New Delhi: The valuations in the stock markets are still too high and fundamentals need to catch up with them, according to a top official of the National Stock Exchange (NSE).
“Fundamentals need to certainly catch up with the valuations. So my hope is that corporate earnings and GDP growth over the next few quarters will improve and catch up with the valuations,” Vikram Limaye, Managing Director and Chief Executive Officer of NSE, told IANS.
Although he did not say in so many words that the markets were over-priced, the implication of his words is that they are.
“There is liquidity in the market which has driven valuations and, at some point of time… there is a need to have fundamentals that justify valuations,” Limaye told IANS in an interview.
On the ongoing downtrend in the equity markets and its likely impact on the key investment instrument, he said the slide was not unique to India.
“There has been a global correction and this is not unique to India. Our Indian markets also went up straight without any corrections for the last two years,” he pointed out.
“So a correction of 5-10 per cent is not the end of the world. People have to think medium- to long-term, if they have to invest in equities. Equities as an asset class outperforms any other asset class, when you are looking at a 10- to 15-year horizon.”
The massive sell-off in the global markets which began in the first few days of February, along with volatility unleashed due to the stress being faced by the domestic banking sector, has pulled Indian equity indices down sharply.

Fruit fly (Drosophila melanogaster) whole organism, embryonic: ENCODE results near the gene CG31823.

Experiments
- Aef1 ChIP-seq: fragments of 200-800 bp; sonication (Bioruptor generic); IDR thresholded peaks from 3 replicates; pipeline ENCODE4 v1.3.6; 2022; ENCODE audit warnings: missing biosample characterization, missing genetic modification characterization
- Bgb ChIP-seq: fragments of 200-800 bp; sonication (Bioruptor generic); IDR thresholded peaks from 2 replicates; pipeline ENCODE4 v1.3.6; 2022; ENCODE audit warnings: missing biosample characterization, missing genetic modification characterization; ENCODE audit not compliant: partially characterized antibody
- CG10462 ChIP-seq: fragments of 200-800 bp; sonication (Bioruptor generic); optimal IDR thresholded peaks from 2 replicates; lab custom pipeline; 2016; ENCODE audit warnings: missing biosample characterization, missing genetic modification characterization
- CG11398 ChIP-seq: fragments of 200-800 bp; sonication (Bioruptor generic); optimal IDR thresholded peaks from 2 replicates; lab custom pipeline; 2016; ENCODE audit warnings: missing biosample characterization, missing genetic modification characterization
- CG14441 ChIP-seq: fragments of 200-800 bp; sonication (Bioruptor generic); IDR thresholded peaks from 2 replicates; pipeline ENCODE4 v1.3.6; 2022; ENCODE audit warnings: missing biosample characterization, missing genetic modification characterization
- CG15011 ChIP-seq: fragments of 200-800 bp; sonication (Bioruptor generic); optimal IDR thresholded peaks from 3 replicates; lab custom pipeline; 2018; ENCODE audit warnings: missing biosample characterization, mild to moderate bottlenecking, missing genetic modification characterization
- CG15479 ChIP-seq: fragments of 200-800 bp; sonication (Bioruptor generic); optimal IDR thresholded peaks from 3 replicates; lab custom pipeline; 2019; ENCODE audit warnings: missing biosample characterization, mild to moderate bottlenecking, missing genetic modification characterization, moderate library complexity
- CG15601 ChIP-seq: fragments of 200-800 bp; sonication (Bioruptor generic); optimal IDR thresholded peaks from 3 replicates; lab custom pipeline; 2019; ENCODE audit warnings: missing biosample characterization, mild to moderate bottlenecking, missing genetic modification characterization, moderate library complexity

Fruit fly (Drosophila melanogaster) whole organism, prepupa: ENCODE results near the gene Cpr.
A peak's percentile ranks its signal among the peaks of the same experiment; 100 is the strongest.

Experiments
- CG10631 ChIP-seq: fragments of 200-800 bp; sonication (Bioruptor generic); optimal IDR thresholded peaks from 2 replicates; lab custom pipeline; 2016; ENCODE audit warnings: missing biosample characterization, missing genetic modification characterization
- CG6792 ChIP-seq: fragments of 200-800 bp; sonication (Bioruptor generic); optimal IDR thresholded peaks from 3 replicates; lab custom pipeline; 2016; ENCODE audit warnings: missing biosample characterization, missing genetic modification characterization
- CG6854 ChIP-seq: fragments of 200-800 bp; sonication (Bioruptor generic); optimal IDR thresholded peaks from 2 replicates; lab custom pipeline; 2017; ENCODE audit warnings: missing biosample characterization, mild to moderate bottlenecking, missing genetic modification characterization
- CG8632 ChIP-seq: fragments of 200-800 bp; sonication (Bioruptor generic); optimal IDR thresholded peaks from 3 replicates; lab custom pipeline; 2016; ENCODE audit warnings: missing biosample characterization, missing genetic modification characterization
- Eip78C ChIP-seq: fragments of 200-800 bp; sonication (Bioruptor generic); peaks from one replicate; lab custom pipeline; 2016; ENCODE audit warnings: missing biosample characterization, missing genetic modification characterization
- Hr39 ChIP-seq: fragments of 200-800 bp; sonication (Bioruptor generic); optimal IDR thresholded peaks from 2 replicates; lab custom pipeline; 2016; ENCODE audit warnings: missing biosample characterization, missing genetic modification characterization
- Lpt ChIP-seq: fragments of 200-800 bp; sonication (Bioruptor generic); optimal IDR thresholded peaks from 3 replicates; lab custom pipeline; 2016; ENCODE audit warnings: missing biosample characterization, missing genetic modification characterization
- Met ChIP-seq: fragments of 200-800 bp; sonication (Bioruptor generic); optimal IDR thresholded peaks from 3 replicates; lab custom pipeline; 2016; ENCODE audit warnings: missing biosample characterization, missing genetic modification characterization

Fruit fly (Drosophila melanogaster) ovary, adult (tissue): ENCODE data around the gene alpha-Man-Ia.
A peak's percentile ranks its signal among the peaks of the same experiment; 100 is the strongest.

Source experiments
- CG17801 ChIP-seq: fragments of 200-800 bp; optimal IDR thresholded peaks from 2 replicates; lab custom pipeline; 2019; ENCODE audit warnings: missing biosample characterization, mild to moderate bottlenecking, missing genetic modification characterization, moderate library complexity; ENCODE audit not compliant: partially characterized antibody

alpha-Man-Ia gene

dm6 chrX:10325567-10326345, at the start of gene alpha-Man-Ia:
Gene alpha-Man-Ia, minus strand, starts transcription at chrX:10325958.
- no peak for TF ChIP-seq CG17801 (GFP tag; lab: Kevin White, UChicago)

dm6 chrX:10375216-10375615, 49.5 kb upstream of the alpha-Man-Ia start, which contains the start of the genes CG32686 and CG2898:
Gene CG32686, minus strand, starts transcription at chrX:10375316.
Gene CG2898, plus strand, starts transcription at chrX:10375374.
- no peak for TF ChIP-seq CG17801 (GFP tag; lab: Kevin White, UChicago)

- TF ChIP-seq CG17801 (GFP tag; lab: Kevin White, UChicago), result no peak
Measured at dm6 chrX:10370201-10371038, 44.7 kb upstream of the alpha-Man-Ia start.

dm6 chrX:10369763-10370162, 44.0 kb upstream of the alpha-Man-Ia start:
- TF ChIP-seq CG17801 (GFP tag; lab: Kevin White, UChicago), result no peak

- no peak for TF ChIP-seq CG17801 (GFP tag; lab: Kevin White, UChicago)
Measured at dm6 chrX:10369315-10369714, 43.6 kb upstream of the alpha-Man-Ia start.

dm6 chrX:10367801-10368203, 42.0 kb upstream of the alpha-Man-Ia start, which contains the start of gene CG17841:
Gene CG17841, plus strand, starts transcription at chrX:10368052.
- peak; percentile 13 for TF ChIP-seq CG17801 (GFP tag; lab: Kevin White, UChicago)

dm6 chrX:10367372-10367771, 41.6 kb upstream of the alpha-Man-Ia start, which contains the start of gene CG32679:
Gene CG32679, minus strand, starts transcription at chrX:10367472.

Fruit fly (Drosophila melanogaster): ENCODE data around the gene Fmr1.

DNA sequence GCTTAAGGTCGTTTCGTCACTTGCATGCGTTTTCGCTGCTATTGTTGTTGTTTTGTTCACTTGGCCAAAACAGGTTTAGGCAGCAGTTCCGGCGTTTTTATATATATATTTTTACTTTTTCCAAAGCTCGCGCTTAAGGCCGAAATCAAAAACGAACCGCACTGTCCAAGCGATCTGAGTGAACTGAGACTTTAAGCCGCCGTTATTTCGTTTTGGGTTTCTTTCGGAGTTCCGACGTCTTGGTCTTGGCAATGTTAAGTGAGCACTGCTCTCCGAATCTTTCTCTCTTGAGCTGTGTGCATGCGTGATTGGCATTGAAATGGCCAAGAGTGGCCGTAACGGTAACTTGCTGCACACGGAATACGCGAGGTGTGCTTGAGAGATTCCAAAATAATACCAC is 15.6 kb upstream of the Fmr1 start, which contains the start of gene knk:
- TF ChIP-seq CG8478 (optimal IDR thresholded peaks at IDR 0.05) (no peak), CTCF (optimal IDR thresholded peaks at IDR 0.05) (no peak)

Since January 31, 2018, the Bombay Stock Exchange (BSE) Sensex has shed around 1,918 points and the NSE Nifty50 has declined by 567 points.
According to Limaye, there is a case and a need to have more start-ups to raise funds from the domestic equity markets to unlock value for initial investors.
“Indian markets have evolved quite significantly over the last five years and domestic listing is the right thing to do for an Indian business,” he asserted.
“If it (a company) is selling to Indian customers, it is logical for that company to list here, to build its brand and get the right kind of valuations because the story is well understood here, since they are doing business here,” Limaye said.
The NSE chief added that domestic mutual funds have a large corpus that can be invested in technology firms and that, initially, he wants to get some four to five companies to list for a “demonstration effect”.
“There are almost 1,500 companies funded by VCs (venture capitalists) and PE (private equity) firms for the last five to seven years. Many of them will require an exit in the next 12-24 months; so my hope is that even if a small percentage of them decide to list in India — then it will not be a small number,” Limaye added.
NSE is aggressively focusing on bringing start-ups, including “new economy, Fintechs, MSMEs and SMEs”, to list on its platform.